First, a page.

Two Russians Indicted Over $100M Dridex Malware TheftsRussia's FSB Security Service Now Employs One Suspect, Authorities Allege
He drives a garish, customized Lamborghini in Moscow with a license plate that reads "thief" and is working for Russia’s security service, the FSB.
So allege U.S. and U.K authorities about Maksim Yakubets, 32, saying he was the ringleader of a cybercrime group dubbed "Evil Corp." that was behind the notorious banking malware Dridex, which thieves used to steal more than $100 million from hundreds of banks across 40 countries.
On Thursday, Britain's National Crime Agency released photos of Yukabets and purchases he allegedly made using stolen funds. They include numerous luxury vehicles and forking out £250,000 ($329,000) for his lavish wedding. Authorities allege that Yukabets worked from the basements of multiple Moscow cafes, directing dozens of others to launch cybercrime attacks.
Yakubets has been indicted in federal court in Pennsylvania together with an alleged co-conspirator: 38-year-old Igor Turashev. The U.S. Justice Department on Thursday said both have been charged with conspiracy, fraud conspiracy, three counts of bank fraud, wire fraud and intentional damage to a computer.
Authorities also allege Yakubets was part of another notorious cybercrime group that ran the infamous GameOver/Zeus botnet and malware. Authorities believe Zeus malware has been used to steal at least $70 million, just from U.S. bank accounts.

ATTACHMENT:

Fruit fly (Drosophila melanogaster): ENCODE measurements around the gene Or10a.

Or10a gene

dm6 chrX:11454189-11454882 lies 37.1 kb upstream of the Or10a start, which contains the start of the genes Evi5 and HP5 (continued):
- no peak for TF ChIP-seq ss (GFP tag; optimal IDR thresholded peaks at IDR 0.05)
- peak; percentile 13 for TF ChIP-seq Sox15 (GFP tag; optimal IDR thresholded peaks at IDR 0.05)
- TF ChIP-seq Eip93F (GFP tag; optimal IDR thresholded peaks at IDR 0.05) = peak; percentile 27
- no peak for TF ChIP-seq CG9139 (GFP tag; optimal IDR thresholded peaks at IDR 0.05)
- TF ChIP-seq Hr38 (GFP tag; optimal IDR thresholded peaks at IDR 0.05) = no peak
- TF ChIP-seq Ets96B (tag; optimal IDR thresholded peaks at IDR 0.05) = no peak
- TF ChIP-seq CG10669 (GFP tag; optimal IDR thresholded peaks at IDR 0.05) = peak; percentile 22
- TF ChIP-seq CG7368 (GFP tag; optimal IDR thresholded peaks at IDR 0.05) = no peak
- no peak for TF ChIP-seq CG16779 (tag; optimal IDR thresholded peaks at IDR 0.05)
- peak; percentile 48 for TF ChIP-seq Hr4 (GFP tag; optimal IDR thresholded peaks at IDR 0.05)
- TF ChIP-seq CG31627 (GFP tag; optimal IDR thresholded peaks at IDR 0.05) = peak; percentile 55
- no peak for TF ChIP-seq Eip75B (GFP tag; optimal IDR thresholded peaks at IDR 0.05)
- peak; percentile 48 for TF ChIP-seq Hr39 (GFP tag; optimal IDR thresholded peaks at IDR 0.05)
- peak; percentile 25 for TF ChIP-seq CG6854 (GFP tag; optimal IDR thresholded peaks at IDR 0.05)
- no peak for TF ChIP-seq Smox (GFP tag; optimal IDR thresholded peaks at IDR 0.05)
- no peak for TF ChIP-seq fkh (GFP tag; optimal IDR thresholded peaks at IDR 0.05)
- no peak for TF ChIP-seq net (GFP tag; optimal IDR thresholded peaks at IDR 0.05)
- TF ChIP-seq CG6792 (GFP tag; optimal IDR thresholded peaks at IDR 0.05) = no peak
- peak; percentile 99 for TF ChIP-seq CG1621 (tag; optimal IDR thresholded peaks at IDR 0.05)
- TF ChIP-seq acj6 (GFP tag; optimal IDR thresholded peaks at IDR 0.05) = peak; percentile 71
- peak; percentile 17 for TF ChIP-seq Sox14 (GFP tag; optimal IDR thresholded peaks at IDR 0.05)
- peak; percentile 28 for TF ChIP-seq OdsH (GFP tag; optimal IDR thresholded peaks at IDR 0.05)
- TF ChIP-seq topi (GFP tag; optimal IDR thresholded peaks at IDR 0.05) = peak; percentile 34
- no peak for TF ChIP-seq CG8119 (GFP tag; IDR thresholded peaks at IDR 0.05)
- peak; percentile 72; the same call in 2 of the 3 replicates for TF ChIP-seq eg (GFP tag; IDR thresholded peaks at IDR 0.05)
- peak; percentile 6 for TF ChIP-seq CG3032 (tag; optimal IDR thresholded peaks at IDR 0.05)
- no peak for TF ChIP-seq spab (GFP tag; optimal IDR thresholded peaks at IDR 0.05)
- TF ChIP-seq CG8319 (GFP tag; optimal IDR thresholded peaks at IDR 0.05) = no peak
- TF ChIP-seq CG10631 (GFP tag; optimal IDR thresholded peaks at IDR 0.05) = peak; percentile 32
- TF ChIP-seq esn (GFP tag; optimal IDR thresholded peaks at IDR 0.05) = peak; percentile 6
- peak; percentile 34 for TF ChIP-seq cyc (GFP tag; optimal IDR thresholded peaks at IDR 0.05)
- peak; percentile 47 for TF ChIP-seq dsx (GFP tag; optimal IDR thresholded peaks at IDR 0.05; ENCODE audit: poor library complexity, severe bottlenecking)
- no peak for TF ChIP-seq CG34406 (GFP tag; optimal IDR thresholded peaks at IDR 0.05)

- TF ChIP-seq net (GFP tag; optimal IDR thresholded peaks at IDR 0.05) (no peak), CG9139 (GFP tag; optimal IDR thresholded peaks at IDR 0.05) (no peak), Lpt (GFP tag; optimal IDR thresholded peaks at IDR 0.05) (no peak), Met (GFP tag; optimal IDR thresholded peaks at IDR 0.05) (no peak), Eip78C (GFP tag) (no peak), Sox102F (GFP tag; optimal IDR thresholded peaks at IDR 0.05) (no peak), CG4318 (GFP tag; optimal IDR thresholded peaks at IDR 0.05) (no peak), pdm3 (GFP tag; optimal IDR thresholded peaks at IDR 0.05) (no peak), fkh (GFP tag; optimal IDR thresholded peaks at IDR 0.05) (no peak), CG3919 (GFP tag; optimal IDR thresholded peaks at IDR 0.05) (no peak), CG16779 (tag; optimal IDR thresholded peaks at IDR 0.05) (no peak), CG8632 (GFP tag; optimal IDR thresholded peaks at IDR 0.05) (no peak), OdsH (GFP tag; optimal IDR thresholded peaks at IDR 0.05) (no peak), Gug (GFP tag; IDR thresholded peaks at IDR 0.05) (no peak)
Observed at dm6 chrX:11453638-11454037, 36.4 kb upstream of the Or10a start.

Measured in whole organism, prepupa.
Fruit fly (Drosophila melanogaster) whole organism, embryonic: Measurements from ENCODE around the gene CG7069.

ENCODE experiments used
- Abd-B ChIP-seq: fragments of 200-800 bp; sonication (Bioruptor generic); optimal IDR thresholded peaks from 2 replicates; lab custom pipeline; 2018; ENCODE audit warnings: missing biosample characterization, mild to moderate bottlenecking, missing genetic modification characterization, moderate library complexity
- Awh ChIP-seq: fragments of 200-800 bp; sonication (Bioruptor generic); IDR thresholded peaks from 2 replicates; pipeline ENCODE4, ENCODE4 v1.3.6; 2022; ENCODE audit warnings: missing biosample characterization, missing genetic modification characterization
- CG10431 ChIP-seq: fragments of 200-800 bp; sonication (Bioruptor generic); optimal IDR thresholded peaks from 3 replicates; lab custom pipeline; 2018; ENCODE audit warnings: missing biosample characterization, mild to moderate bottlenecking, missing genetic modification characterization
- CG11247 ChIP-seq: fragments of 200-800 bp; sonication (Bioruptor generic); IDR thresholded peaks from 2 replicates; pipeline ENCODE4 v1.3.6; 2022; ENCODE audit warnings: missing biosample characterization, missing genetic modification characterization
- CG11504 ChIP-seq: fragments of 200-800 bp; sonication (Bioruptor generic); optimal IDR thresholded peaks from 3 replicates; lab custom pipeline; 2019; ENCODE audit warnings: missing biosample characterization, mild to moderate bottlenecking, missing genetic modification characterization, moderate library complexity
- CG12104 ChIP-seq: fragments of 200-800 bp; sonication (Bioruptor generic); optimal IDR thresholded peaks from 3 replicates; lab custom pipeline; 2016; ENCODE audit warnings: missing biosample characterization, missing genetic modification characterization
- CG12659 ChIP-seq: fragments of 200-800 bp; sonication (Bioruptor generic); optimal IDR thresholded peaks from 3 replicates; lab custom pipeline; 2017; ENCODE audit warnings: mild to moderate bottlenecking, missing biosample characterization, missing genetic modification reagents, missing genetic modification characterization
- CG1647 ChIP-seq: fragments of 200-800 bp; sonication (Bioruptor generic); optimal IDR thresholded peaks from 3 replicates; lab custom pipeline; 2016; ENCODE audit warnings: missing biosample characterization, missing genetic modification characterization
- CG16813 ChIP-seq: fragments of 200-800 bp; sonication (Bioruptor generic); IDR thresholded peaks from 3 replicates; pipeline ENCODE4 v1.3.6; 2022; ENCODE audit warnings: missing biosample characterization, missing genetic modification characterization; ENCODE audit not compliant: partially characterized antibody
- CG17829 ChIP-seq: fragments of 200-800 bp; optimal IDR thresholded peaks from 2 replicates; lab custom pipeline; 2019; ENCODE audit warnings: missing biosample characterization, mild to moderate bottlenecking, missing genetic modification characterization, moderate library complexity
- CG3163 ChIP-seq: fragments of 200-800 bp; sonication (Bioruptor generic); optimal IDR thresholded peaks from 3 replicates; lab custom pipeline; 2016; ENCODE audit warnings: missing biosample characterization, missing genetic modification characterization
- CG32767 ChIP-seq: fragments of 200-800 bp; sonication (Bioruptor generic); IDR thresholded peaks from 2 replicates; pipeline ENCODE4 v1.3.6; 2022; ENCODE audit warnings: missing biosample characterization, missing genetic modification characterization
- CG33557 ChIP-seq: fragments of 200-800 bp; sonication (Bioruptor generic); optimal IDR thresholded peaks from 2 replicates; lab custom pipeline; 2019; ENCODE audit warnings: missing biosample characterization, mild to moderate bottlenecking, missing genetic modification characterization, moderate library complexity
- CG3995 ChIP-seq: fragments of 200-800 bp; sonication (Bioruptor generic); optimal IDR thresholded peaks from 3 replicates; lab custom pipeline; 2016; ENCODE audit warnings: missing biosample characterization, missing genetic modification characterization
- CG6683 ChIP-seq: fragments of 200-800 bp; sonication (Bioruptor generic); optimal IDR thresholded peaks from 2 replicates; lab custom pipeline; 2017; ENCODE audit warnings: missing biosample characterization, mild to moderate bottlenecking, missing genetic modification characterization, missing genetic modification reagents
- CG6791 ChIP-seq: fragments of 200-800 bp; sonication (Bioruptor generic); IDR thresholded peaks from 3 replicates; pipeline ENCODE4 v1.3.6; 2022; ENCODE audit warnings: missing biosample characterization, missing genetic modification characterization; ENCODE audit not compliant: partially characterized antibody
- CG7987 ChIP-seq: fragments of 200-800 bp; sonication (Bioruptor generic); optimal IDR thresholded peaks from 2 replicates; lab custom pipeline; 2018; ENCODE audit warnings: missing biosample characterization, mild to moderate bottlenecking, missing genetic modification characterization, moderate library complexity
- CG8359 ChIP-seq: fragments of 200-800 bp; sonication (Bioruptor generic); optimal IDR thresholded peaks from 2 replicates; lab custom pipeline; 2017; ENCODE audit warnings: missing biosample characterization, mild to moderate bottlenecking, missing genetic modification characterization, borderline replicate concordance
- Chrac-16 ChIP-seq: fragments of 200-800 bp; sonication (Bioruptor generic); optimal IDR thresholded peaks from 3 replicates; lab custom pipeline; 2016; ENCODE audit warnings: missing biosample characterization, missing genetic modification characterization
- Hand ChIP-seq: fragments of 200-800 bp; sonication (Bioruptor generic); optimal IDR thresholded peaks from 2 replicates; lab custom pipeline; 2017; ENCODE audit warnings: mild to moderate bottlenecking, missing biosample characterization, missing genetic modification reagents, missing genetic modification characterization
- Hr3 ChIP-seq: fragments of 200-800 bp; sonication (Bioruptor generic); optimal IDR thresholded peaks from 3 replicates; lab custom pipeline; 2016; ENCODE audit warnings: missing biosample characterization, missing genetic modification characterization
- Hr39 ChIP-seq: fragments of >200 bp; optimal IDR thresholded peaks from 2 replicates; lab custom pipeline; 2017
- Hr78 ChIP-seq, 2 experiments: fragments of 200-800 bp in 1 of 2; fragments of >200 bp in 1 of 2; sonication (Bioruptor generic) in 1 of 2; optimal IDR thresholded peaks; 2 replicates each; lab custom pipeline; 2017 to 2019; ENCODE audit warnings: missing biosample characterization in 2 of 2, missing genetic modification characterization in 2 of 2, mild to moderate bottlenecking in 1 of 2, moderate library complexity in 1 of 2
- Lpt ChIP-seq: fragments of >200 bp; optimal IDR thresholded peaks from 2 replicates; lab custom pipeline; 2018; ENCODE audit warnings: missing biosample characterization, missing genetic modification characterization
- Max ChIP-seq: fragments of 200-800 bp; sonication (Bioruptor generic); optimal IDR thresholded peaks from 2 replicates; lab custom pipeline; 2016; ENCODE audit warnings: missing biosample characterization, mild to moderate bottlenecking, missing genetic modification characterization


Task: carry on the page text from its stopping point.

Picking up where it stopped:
Yakubets is accused of working with Evgeniy M. Bogachev, who has long been sought by U.S. authorities (see: Report: Russian Espionage Piggybacks on Cybercrime). Bogachev, who has been on the FBI’s most wanted list since 2015, is accused of masterminding GameOver/Zeus.
According to a separate criminal complaint filed in federal court in Nebraska, Yakubets allegedly worked with the Zeus crew to line up "money mules." Fraudsters recruit money mules to transfer stolen money, and then instruct those people to further transfer the money for a small cut. Those people are usually unwitting participants.
U.S. authorities are so keen to get Yakubets in custody that they’re offering a record $5 million reward for information that leads to his arrest. But suspects in Russia are difficult to apprehend, as there’s no extradition treaty between the two countries. The FBI, for example, continues to offer a $3 million reward for information leading to Bogachev's arrest or conviction.
"While the two alleged perpetrators were unmasked and indicted on Thursday for crimes costing hundreds of millions of dollars, we are still far behind in the fight to protect our financial systems, and neither has been brought to justice yet," Pierson tells Information Security Media Group.